A longitudinal study of the job perception job satisfaction relationship: A test of the three alternative specifications
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AbstractAlthough past job design research has demonstrated that job perception and job satisfaction are related, there is considerable debate on the causal direction of this relationship. Three alternative specifications of the causal direction can be deduced from three different theories: (1) job perception is the cause (deduced from the job characteristics model); (2) job satisfaction is the cause (deduced from social information-processing theory) and (3) the two constructs are reciprocally related (deduced from cognitive social learning theory). Past studies have not provided a comparative test of these three alternative specifications. Thus, the causal relationship between these two constructs remains nebulous. A longitudinal design was employed tu examine the relationship between job perception and the different components of job satisfaction (i.e. overall, intrinsic and extrinsic) with data collected over a two-year time span. Structural equation modelling was conducted to investigate the cross-lagged relationships between job perception and job satisfaction. Results indicated that job perception was reciprocally related to overall and intrinsic job satisfaction. Implications for job design research and practices are discussed.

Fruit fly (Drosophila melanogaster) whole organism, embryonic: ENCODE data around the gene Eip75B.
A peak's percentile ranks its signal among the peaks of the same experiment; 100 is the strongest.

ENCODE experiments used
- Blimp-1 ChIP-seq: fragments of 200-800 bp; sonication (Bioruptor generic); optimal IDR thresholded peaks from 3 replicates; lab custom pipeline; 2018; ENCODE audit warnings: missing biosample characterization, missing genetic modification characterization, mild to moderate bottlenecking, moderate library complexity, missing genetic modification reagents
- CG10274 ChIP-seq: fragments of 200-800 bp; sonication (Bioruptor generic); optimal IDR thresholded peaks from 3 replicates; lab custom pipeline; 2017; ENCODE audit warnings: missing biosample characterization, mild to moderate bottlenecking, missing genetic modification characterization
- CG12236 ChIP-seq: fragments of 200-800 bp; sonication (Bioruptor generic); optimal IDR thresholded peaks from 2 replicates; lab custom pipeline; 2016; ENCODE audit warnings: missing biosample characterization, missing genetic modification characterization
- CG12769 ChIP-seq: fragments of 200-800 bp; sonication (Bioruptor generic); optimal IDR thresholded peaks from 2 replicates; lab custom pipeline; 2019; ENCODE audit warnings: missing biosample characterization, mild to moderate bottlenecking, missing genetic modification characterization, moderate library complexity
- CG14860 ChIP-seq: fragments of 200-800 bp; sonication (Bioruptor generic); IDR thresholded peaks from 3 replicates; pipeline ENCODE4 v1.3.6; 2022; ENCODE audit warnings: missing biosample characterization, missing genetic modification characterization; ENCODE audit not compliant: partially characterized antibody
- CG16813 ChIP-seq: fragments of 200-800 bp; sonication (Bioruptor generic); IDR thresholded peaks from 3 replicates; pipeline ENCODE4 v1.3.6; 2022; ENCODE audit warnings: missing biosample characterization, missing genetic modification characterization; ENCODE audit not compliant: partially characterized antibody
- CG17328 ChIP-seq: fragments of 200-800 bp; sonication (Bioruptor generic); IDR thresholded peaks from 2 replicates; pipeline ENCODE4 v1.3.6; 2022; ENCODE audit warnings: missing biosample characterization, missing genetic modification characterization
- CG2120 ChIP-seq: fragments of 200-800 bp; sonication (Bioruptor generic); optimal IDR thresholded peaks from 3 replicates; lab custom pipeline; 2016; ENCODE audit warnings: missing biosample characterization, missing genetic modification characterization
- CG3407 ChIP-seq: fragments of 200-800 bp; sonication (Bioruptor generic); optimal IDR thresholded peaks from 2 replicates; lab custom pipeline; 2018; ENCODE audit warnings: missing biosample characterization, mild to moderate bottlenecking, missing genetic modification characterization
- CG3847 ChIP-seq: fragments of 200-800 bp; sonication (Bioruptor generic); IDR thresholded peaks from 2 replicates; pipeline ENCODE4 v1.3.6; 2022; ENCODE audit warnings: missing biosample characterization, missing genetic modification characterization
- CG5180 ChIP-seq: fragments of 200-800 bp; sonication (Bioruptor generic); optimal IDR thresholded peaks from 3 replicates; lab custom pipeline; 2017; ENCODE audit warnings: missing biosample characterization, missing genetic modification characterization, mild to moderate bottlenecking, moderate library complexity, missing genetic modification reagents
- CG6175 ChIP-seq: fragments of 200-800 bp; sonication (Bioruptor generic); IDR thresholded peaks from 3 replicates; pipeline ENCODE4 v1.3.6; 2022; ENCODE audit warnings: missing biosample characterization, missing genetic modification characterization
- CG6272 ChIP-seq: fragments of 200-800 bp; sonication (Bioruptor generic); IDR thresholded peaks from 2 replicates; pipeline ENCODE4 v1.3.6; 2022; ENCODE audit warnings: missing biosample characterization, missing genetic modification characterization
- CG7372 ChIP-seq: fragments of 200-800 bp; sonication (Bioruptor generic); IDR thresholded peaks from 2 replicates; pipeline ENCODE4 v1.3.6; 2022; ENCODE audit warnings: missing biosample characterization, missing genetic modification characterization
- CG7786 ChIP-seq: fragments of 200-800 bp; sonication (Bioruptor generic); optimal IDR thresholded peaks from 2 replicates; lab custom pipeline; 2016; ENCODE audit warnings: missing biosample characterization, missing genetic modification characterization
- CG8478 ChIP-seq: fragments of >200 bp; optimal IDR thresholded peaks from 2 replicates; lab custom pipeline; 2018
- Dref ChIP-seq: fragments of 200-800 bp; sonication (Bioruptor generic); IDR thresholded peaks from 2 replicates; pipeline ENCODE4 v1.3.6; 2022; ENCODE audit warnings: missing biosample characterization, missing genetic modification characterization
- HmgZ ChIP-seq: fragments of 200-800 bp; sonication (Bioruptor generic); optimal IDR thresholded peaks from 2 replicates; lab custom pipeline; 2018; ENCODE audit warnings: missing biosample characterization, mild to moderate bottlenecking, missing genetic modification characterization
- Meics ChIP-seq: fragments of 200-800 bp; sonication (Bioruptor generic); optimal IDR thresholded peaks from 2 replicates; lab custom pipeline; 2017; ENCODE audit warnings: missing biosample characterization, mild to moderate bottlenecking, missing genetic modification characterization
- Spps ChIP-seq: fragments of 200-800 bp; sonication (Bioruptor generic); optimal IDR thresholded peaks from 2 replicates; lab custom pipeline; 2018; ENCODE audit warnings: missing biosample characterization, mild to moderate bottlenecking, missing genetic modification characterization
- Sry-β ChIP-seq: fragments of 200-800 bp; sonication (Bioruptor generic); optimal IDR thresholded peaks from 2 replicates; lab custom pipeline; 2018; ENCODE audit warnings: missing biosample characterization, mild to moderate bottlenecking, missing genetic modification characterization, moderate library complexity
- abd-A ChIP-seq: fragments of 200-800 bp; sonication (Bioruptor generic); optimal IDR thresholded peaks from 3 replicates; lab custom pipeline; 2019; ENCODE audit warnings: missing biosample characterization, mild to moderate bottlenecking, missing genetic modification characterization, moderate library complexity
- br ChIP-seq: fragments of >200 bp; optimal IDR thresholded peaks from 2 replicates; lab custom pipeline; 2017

All Author(s) ListWong CS, Hui C, Law KS
Journal nameJournal of Occupational and Organizational Psychology
Volume Number71
Pages127 - 146
LanguagesEnglish-United Kingdom
Web of Science Subject CategoriesBusiness & Economics; Management; MANAGEMENT; Psychology; Psychology, Applied; PSYCHOLOGY, APPLIED

Last updated on 2020-03-06 at 23:25